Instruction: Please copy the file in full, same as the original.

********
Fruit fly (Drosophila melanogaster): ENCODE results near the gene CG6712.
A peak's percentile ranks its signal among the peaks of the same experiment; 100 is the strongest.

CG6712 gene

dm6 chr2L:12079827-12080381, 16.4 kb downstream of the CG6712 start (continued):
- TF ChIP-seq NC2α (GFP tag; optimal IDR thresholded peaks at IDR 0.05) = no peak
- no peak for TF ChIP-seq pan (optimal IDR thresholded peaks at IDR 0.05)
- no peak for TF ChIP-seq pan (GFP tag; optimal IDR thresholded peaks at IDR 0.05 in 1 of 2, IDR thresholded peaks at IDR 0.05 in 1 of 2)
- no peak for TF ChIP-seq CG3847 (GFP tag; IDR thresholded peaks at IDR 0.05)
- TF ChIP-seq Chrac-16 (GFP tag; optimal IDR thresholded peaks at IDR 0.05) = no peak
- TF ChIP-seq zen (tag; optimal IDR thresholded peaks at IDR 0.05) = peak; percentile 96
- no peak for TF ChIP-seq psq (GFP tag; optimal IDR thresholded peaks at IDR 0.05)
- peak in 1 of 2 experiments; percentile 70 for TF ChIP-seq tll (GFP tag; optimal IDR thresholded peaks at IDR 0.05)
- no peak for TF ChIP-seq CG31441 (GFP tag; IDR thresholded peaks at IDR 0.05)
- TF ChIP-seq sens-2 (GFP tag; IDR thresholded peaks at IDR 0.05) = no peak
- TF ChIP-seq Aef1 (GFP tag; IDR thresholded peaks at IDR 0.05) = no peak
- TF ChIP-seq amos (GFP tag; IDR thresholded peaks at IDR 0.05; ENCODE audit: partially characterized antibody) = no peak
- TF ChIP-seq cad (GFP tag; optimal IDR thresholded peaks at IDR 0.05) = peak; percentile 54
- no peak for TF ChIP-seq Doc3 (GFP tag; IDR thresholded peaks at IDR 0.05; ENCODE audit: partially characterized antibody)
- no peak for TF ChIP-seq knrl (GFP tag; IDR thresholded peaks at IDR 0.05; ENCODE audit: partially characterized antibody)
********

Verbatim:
Fruit fly (Drosophila melanogaster): ENCODE results near the gene CG6712.
A peak's percentile ranks its signal among the peaks of the same experiment; 100 is the strongest.

CG6712 gene

dm6 chr2L:12079827-12080381, 16.4 kb downstream of the CG6712 start (continued):
- TF ChIP-seq NC2α (GFP tag; optimal IDR thresholded peaks at IDR 0.05) = no peak
- no peak for TF ChIP-seq pan (optimal IDR thresholded peaks at IDR 0.05)
- no peak for TF ChIP-seq pan (GFP tag; optimal IDR thresholded peaks at IDR 0.05 in 1 of 2, IDR thresholded peaks at IDR 0.05 in 1 of 2)
- no peak for TF ChIP-seq CG3847 (GFP tag; IDR thresholded peaks at IDR 0.05)
- TF ChIP-seq Chrac-16 (GFP tag; optimal IDR thresholded peaks at IDR 0.05) = no peak
- TF ChIP-seq zen (tag; optimal IDR thresholded peaks at IDR 0.05) = peak; percentile 96
- no peak for TF ChIP-seq psq (GFP tag; optimal IDR thresholded peaks at IDR 0.05)
- peak in 1 of 2 experiments; percentile 70 for TF ChIP-seq tll (GFP tag; optimal IDR thresholded peaks at IDR 0.05)
- no peak for TF ChIP-seq CG31441 (GFP tag; IDR thresholded peaks at IDR 0.05)
- TF ChIP-seq sens-2 (GFP tag; IDR thresholded peaks at IDR 0.05) = no peak
- TF ChIP-seq Aef1 (GFP tag; IDR thresholded peaks at IDR 0.05) = no peak
- TF ChIP-seq amos (GFP tag; IDR thresholded peaks at IDR 0.05; ENCODE audit: partially characterized antibody) = no peak
- TF ChIP-seq cad (GFP tag; optimal IDR thresholded peaks at IDR 0.05) = peak; percentile 54
- no peak for TF ChIP-seq Doc3 (GFP tag; IDR thresholded peaks at IDR 0.05; ENCODE audit: partially characterized antibody)
- no peak for TF ChIP-seq knrl (GFP tag; IDR thresholded peaks at IDR 0.05; ENCODE audit: partially characterized antibody)